Worried about the flu’s effect on your workforce? According to the Centers for Disease Control and Prevention, the annual costs of influenza in the United States are $4.6 billion. What’s more, the flu leads to losses of up to 111 million workdays and $7 billion in sick days and lost productivity. Flu season is in full swing, and if you want to keep your workers safe, comfortable and productive, you’ll need to put in play a few specific policies. Following are our top strategies for preventing the flu this year.
Annual Flu Shots
The CDC says the best way to prevent seasonal flu is to get vaccinated every year. Fortunately, the flu vaccine is quick, readily available and cheap—even free in some places! Many employers require proof of vaccination, but a more effective strategy may be to offer free vaccinations on-site. Local pharmacies will often provide bulk discounts during flu season, and you’ll ultimately boost your bottom line if the shots lead to fewer sick days and greater productivity.
Spotting Signs and Symptoms
Education empowers workers to take control of their own health and keep an eye out for their fellow employees. Make sure your workers can recognize the following flu signs and symptoms, so they can take action (or time off) before they infect others.
- Muscle and joint aches
- Weakness and fatigue
- Warm, flushed skin
- Red, watery eyes
- Dry cough
- Sore throat and runny nose
Aside from vaccination, consistent hand hygiene is the best way to prevent the spread of the flu. Workers should avoid touching their eyes, nose and mouth, and all personnel should wash their hands frequently. Placing hand sanitizer stations throughout your worksites also will make a massive difference, especially when your workers don’t have access to sinks and soap as they work.
Desktops, doorknobs and other commonly handled surfaces often carry more germs than tubs and toilet seats. The flu is mainly transmitted through respiratory droplets, but those droplets can land on other surfaces and affect passersby. The same is true for personal protective equipment that workers share. Overall, now is the time to be extra diligent in cleaning, both in your offices and at your jobsites. A few extra cleaning shifts will be well worth the cost if it helps even one worker avoid infection.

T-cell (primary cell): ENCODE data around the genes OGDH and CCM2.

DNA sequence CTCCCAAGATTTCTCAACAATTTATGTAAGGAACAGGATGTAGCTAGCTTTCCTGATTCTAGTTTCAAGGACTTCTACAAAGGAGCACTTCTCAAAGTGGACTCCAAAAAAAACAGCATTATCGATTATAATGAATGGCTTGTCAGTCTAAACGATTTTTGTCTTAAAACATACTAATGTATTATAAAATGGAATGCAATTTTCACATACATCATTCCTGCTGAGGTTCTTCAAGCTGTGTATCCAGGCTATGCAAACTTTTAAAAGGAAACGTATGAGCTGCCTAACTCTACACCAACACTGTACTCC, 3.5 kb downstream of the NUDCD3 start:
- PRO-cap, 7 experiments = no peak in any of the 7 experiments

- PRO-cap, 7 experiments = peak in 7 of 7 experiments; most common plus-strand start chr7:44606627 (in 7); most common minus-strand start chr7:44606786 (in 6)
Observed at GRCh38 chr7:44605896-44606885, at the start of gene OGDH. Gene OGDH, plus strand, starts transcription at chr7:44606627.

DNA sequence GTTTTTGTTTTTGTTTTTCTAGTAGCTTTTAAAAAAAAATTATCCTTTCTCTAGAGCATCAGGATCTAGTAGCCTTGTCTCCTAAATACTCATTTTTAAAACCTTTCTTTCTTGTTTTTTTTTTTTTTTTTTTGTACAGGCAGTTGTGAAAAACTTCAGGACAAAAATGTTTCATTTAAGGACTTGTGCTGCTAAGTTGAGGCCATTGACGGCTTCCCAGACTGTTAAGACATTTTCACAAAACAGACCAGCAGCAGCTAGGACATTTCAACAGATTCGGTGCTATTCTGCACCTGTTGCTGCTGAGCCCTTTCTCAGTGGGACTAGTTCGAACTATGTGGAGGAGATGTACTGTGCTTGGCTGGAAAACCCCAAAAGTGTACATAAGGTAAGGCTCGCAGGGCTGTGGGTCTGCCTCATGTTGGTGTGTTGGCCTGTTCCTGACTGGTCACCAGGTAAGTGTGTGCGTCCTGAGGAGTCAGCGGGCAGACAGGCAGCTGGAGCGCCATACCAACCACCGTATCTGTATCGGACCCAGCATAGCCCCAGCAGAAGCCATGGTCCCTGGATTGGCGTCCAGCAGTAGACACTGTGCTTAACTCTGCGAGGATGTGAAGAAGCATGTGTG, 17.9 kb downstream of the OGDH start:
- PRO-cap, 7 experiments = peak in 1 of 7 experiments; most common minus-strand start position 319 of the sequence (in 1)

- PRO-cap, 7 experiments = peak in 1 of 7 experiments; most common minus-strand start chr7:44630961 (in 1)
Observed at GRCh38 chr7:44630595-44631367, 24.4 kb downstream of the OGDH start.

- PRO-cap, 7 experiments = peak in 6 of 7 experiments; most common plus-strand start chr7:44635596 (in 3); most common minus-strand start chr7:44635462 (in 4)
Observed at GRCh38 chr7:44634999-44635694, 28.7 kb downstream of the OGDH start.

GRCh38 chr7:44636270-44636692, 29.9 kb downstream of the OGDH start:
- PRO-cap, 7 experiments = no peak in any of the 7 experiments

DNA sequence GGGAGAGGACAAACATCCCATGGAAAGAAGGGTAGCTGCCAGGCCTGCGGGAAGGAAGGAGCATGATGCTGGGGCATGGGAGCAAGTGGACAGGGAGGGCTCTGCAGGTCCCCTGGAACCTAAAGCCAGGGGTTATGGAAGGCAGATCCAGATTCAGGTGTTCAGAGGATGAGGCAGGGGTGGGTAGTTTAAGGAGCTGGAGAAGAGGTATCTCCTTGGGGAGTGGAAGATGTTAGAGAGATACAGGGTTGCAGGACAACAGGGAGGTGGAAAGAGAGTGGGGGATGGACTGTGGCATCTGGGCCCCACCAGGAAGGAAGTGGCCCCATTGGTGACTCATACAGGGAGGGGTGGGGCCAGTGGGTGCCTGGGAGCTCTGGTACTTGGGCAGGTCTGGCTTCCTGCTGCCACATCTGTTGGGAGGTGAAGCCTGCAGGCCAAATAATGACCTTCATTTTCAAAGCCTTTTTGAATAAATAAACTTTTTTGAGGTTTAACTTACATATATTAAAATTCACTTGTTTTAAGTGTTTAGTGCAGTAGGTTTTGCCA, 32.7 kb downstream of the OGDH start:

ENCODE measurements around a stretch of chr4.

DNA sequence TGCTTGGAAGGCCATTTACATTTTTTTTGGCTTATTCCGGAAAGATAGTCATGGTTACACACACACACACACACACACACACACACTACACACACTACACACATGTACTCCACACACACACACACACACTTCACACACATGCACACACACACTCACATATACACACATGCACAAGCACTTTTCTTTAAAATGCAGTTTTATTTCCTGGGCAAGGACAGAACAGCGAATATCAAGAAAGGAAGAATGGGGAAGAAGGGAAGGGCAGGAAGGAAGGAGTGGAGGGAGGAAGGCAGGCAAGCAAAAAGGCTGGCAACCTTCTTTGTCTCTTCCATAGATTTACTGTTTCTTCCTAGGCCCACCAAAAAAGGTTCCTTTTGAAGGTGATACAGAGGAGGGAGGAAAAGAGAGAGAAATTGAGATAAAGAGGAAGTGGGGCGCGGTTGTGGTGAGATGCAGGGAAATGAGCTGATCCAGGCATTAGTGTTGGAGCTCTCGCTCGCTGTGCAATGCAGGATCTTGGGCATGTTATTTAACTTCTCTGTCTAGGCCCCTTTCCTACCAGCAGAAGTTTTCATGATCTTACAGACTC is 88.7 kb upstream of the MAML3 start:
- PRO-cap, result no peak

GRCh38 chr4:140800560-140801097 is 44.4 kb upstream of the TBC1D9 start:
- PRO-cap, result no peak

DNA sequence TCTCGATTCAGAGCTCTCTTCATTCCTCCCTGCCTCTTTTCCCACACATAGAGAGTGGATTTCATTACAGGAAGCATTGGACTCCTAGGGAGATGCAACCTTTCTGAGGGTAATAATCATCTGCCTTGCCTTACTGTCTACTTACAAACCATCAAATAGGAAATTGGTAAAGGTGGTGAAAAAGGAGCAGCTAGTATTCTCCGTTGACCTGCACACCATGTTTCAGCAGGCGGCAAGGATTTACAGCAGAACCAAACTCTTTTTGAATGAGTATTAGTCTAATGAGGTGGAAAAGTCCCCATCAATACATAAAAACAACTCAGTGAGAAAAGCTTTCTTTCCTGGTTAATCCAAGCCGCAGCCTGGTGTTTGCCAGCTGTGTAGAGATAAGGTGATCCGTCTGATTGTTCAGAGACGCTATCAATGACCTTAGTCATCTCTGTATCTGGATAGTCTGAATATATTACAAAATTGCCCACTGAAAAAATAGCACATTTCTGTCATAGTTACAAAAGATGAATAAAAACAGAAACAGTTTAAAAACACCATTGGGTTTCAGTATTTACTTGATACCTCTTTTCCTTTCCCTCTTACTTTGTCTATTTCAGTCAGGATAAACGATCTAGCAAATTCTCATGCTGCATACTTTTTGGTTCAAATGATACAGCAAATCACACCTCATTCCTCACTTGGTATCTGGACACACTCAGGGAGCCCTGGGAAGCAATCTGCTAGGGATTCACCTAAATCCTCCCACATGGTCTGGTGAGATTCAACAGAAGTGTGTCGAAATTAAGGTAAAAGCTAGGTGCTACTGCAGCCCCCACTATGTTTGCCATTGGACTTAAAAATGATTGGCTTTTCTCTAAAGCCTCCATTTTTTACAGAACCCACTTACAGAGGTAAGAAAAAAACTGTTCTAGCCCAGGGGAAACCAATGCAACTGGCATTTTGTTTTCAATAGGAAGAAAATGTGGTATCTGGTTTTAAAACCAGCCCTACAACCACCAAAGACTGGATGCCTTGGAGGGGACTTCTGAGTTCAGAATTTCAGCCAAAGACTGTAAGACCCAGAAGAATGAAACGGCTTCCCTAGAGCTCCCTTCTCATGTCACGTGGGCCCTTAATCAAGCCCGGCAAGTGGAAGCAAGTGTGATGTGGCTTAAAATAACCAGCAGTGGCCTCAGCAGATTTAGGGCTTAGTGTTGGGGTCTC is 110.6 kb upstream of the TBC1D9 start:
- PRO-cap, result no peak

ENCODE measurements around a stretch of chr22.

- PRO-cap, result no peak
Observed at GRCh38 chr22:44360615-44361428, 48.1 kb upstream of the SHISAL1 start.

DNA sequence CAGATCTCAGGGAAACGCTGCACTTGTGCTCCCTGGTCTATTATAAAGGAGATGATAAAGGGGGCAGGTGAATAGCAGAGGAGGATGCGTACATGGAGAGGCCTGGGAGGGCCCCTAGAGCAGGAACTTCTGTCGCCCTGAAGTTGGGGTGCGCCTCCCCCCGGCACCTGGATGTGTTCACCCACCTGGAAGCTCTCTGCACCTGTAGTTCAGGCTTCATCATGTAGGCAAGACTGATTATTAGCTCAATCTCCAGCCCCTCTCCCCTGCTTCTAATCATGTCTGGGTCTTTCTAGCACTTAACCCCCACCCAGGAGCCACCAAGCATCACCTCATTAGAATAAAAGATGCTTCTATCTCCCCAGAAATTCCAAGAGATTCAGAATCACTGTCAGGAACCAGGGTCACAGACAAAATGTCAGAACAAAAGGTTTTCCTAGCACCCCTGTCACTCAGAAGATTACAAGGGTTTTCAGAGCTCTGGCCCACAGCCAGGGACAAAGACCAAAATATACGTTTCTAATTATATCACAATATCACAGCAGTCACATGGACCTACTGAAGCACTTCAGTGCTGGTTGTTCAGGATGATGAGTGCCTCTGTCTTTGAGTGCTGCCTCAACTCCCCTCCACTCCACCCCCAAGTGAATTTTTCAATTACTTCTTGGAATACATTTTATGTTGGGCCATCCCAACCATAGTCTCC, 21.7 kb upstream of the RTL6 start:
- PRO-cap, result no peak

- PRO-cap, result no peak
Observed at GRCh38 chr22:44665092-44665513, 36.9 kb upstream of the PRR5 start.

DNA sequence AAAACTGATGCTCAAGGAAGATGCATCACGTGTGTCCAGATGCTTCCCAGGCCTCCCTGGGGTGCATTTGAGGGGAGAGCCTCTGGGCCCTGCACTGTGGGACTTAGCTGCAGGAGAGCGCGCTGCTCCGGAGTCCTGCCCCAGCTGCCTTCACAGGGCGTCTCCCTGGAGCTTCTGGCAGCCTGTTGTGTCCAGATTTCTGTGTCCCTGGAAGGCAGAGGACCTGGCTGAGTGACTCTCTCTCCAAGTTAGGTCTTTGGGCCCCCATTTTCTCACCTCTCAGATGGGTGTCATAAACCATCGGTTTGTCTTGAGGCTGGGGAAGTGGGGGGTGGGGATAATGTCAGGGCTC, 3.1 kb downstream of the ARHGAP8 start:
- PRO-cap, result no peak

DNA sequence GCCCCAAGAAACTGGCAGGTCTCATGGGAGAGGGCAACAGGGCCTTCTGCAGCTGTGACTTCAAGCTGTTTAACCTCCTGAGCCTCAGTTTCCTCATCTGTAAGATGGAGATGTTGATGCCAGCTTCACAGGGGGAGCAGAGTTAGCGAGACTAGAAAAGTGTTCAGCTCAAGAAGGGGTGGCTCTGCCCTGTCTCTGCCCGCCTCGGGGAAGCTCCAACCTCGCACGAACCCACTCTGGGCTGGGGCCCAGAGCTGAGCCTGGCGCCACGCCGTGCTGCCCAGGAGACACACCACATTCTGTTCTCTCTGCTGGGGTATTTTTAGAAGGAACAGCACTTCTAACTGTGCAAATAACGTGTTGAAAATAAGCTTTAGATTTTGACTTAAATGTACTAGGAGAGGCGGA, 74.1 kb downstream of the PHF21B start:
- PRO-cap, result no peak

Millions of people come into contact with the flu every year, but not all of them get sick. Now more than ever, you want your workers’ immune systems to be in tip-top shape — and that requires good nutrition, regular exercise and other healthy habits. Workplace wellness programs and insurance incentives are excellent for encouraging these habits.
Sick Worker Action Plans
Your workers may know how to avoid the flu, but have you told them what they should do if they get it? Pride, financial concerns or just plain toughness may push them to work when they’re sick, putting other employees at risk. Make sure they know that they need to stay home and get well, and that they shouldn’t return to work until their symptoms are gone. The CDC says that workers who display fevers and respiratory symptoms should stay home until 24 hours after their fever ends. The same is true for a runny nose, aches and stomach symptoms.
Sick Day Policies
Education and warnings won’t make a difference if you have unforgiving sick leave policies. It may not make sense to offer additional PTO, but unpaid sick days could be the difference between one worker getting sick and several. Flexibility also helps, and this is a great time to allow workers to work from home or trade shifts.
Effective flu prevention must be a company-wide effort, and your workers, safety team, executive team and other stakeholders need to be on board. To make sure everyone understands your prevention strategies, sick day policies and other expectations, use a digital policies and procedures management system. You’ll save paper and time, and you’ll be able to instantly update everyone in your company on your latest policies and procedures.
The flu doesn’t have to force a slowdown at your workplace. Looking for other ways to maintain or increase productivity? We have lots of ideas. Subscribe to our blog for more.